Additionally, icons in a preview indicate a site's features, which may include images, audio data, video data, and other multi-media types of data. Icon 30 a in FIG. 4B indicates to the user that the site has images. An icon 30 b displaying a moving image inside a graphic resembling a video monitor indicates video features, and an icon 30 c resembling headphones indicates audio data. The icons 30 a, 30 b, 30 c are useful not only as visual indicators of a site's features, but also to alert the user that a time lag may occur when loading data and to alert the user that memory constraints may be noticeable when loading and saving some of a site's features.
The pre-selected web site is accessed through a hypertext link when the user selects the underlined portion of title 27 that is the hypertext link from target frame 26 a. When the user clicks on the underlined portion of title 27 using a pointing device such as a mouse 110, the Internet research tool 102 replaces the preview in target frame 26 a with contents provided by the pre-selected web site linked through title 27. Different pages of a web site are perused in the same manner as a user peruses web pages using the installed browser. Any web sites linked to the displayed site (e.g., through a hypertext link) are also viewable. The linked sites are not pre-selected sites so the linked sites do not have the benefit of a preview. However, the research tool 102 allows for the collection of information from any site that is displayed in the target frame 26 a.
Referring now to FIG. 4C, a web page from a pre-selected web site is shown. Research tool 102 provides a consistent environment when searching for a web site and collecting data from a web site. The web page displayed in target frame 26 a in the left portion of the user interface window 132 is initially displayed while in search mode and remains after the transition from search mode to collect mode.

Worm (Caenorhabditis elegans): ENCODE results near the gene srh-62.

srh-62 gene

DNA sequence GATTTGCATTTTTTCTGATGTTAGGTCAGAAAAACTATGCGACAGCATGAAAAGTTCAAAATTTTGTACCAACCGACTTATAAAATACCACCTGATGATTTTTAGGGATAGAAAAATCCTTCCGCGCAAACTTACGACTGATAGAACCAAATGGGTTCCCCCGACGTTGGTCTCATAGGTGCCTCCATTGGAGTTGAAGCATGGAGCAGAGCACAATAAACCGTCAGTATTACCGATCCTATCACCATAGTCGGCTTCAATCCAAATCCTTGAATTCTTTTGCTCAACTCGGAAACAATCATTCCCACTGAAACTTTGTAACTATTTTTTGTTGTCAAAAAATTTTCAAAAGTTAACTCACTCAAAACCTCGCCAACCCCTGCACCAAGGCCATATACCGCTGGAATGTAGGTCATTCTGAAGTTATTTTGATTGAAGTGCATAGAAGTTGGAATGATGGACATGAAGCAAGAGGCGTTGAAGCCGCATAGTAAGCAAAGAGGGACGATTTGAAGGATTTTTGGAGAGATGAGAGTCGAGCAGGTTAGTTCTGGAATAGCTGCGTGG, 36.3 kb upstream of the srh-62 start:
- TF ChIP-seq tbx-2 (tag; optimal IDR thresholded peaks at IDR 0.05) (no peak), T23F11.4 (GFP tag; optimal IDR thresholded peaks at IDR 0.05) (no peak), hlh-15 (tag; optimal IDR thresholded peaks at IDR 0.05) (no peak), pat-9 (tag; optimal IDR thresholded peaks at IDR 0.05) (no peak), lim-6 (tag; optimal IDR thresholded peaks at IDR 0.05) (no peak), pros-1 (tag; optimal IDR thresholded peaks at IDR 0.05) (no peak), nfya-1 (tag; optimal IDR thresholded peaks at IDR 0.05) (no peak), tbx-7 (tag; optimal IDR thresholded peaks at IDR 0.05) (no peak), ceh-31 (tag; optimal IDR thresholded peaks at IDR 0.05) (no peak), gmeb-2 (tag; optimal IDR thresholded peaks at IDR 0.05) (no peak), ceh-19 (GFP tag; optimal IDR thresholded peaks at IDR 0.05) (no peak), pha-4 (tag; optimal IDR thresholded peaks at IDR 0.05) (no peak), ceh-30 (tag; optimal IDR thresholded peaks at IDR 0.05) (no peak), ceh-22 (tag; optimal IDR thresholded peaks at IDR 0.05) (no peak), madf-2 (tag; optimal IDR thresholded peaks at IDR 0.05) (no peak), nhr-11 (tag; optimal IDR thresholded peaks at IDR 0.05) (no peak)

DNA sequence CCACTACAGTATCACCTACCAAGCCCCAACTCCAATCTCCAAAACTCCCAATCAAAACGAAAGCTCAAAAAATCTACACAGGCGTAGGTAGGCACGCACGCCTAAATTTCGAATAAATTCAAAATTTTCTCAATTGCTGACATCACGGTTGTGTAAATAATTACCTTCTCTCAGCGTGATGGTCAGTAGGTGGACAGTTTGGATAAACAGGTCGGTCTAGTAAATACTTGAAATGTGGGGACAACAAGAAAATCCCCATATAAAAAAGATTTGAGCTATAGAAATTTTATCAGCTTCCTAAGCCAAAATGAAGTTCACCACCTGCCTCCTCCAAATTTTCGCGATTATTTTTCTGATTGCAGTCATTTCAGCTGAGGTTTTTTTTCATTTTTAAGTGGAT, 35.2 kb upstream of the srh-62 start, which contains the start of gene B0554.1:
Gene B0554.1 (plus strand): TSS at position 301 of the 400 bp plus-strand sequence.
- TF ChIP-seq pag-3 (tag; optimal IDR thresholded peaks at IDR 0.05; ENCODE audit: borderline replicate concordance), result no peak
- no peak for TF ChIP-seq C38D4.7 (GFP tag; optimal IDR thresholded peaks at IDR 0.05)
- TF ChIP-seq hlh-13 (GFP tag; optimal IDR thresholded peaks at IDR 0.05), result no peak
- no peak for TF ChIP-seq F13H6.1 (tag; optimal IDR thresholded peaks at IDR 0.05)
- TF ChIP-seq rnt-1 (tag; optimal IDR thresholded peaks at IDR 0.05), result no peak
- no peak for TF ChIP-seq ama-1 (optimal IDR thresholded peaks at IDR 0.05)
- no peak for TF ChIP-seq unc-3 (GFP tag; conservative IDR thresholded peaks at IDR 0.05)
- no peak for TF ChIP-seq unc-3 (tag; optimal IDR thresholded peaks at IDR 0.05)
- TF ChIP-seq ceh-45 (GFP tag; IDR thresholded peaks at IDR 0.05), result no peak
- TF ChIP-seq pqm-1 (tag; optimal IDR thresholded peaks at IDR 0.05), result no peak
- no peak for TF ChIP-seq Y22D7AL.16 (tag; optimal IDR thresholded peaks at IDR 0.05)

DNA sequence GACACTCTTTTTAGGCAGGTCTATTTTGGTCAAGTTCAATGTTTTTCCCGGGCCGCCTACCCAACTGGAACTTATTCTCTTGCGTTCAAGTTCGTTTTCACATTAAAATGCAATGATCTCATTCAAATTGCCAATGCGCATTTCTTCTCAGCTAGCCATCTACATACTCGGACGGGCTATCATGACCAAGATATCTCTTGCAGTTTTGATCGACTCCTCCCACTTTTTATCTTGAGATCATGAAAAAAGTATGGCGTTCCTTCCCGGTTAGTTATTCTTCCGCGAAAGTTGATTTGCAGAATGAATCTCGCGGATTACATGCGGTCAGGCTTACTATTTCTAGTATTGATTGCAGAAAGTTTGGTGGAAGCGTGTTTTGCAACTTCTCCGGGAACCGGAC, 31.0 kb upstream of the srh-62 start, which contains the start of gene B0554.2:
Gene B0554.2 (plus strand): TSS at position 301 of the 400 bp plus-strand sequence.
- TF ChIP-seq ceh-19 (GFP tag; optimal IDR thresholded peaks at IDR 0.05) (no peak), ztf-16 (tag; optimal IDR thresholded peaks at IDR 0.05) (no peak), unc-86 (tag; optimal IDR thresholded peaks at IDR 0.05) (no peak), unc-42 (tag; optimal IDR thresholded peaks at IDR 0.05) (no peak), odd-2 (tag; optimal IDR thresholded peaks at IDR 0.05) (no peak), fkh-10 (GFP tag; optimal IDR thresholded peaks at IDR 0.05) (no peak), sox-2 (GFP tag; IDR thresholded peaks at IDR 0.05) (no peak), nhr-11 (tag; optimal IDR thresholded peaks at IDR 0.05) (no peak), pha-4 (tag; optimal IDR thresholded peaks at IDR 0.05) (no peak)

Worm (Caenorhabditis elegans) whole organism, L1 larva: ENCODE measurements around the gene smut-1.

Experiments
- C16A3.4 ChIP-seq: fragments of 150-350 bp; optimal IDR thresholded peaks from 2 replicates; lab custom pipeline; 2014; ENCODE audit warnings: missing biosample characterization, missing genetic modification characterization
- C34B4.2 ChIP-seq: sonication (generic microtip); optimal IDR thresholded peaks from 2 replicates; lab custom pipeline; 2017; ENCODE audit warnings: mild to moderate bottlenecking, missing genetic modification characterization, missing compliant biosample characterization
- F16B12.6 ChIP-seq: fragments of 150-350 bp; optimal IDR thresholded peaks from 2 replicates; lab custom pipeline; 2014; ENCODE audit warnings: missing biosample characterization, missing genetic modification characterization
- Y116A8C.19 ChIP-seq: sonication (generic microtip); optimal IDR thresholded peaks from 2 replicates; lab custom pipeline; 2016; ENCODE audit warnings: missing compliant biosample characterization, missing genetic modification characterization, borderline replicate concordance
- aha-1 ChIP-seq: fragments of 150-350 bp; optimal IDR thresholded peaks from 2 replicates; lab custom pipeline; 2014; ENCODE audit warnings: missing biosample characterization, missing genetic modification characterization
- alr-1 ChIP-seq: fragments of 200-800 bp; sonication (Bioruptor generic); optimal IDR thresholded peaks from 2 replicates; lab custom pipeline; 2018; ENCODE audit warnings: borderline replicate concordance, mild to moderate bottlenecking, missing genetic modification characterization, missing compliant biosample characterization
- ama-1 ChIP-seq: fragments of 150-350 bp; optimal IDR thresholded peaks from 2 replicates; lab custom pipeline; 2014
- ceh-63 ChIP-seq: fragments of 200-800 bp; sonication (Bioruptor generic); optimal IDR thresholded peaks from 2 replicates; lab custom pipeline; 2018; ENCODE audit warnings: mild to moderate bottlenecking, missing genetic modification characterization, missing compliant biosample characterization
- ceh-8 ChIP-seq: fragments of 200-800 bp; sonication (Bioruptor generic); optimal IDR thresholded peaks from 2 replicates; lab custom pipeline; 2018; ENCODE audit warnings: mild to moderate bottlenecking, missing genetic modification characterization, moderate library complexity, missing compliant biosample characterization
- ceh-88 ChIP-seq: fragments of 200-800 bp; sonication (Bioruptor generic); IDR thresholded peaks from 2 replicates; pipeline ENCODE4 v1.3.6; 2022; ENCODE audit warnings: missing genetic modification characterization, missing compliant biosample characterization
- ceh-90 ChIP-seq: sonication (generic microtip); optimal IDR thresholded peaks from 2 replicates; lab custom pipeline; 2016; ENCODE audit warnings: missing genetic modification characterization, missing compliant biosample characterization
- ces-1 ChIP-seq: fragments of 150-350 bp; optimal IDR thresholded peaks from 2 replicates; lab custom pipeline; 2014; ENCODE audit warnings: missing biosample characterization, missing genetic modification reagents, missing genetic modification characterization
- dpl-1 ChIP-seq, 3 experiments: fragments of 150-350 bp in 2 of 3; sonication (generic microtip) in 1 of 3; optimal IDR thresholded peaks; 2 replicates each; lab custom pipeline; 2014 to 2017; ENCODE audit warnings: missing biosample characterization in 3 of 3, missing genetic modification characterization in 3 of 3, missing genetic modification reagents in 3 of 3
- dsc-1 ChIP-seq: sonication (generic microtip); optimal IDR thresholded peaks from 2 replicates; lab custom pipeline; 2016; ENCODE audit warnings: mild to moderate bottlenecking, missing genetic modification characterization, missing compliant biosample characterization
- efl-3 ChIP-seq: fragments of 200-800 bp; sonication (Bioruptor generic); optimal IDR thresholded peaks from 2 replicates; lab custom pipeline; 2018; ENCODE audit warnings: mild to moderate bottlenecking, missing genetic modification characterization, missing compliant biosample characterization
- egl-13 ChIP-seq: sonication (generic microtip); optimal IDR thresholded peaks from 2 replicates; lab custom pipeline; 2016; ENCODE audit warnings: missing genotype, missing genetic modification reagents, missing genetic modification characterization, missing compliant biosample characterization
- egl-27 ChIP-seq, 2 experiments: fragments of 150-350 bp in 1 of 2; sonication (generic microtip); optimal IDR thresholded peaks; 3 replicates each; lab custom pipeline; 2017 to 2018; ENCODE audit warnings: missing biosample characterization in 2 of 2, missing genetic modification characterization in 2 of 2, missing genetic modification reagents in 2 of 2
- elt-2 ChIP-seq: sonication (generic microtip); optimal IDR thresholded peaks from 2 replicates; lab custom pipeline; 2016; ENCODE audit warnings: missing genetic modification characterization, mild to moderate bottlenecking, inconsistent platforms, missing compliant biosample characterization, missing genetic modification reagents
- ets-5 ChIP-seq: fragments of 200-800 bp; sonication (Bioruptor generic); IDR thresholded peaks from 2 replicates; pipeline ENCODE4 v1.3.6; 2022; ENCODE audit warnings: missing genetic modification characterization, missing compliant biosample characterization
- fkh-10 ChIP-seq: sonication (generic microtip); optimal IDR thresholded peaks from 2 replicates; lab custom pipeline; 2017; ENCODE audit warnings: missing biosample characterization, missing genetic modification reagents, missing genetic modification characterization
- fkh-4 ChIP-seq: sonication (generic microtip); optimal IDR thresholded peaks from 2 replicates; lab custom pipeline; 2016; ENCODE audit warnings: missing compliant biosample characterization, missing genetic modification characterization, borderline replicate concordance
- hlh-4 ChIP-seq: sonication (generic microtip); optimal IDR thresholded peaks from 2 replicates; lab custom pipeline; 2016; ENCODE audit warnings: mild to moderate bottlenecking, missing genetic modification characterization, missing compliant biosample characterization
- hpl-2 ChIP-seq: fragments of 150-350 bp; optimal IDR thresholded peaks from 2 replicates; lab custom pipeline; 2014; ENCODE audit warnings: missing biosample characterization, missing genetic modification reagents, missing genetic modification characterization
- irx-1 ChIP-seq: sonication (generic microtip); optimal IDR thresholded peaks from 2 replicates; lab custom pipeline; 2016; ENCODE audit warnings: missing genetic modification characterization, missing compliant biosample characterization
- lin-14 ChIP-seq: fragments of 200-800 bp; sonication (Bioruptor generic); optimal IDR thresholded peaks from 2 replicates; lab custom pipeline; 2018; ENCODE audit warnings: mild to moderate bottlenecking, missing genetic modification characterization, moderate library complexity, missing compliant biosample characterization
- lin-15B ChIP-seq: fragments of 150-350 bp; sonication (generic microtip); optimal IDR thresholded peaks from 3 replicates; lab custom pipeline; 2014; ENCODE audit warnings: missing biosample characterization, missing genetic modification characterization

Referring now to FIG. 4D, setting GUI element switch 20 to the COLLECT position enables research tool 102 to collect data from the web page and produce a clipping file 18. After setting GUI element switch 20 to COLLECT, the web page remains in target frame 26 a; however, a distinct set of collection tools are displayed in frame 26 b, replacing the search tools.
Collect mode 14 provides a collect area 31 to which selected items, such as text and images, are dragged and dropped using mouse 110. Each collected item can be stored with user-generated information 17 and system-provided information 19 as a separate clipping file 18. Text is gathered using copy and paste operations. Generally, the implementation of drag and drop operations and copy and paste operations depend on the installed browser's capabilities. In collect mode 14, Internet research tool 102 produces an HTML file in which data is stored on disk. The HTML file is stored in a file folder having a filename that a user specified in a dialog box when data is saved to a particular clipping.
Referring now to FIG. 4E, Internet research tool 102 displays information about clipping file 18. Clipping file 18 may be text, a graphics image, video data, audio data, or any mime-type that the system is configured to recognize. Icon 34 indicates the clipping type. For example, one graphic represents an image, another graphic represents text. References, such as site name 35, site author 36, URL (not shown), and dates are automatically stored with clipping file 18. These references provide the basis for bibliographic and citation information. Additionally, the user can add notes 37 to clipping file 18.
Referring now to FIG. 4F, a human-perceptible form of the clipping file 18′ is shown. The clipping in a human-perceptible form 18′ is analogous to a page in a researcher's notebook. Internet research tool 102 displays the human-perceptible form of the clipping file 18′ in the same target frame 26 a as the corresponding preview and the corresponding web site. The human-perceptible form of the clipping file 18′ is displayed after the user selects the VIEW CLIP button (not shown). User added notes and a filename may be edited by choosing the EDIT CLIP button 39. Additionally, the human-perceptible form of the clipping file 18′ can be output to a hard-copy device using the browser's print command.